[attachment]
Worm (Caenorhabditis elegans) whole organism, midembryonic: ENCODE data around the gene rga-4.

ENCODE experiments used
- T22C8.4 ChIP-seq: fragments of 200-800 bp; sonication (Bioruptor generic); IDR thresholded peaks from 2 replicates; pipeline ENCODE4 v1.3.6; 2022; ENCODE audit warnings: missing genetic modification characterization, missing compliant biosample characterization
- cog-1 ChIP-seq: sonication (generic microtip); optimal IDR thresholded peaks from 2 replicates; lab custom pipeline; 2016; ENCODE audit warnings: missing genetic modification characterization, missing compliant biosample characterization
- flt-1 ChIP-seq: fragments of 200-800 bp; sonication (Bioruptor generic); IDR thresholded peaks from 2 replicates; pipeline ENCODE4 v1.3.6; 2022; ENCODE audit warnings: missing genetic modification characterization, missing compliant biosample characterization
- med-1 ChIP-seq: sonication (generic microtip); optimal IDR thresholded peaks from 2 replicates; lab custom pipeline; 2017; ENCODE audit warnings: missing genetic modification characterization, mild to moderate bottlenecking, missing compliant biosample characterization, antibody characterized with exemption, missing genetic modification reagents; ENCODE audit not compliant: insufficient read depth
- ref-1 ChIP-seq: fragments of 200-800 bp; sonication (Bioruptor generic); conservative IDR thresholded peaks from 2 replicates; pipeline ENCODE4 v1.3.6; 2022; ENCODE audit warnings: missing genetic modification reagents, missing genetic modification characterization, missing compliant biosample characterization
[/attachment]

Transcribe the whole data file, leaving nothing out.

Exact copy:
Worm (Caenorhabditis elegans) whole organism, midembryonic: ENCODE data around the gene rga-4.

ENCODE experiments used
- T22C8.4 ChIP-seq: fragments of 200-800 bp; sonication (Bioruptor generic); IDR thresholded peaks from 2 replicates; pipeline ENCODE4 v1.3.6; 2022; ENCODE audit warnings: missing genetic modification characterization, missing compliant biosample characterization
- cog-1 ChIP-seq: sonication (generic microtip); optimal IDR thresholded peaks from 2 replicates; lab custom pipeline; 2016; ENCODE audit warnings: missing genetic modification characterization, missing compliant biosample characterization
- flt-1 ChIP-seq: fragments of 200-800 bp; sonication (Bioruptor generic); IDR thresholded peaks from 2 replicates; pipeline ENCODE4 v1.3.6; 2022; ENCODE audit warnings: missing genetic modification characterization, missing compliant biosample characterization
- med-1 ChIP-seq: sonication (generic microtip); optimal IDR thresholded peaks from 2 replicates; lab custom pipeline; 2017; ENCODE audit warnings: missing genetic modification characterization, mild to moderate bottlenecking, missing compliant biosample characterization, antibody characterized with exemption, missing genetic modification reagents; ENCODE audit not compliant: insufficient read depth
- ref-1 ChIP-seq: fragments of 200-800 bp; sonication (Bioruptor generic); conservative IDR thresholded peaks from 2 replicates; pipeline ENCODE4 v1.3.6; 2022; ENCODE audit warnings: missing genetic modification reagents, missing genetic modification characterization, missing compliant biosample characterization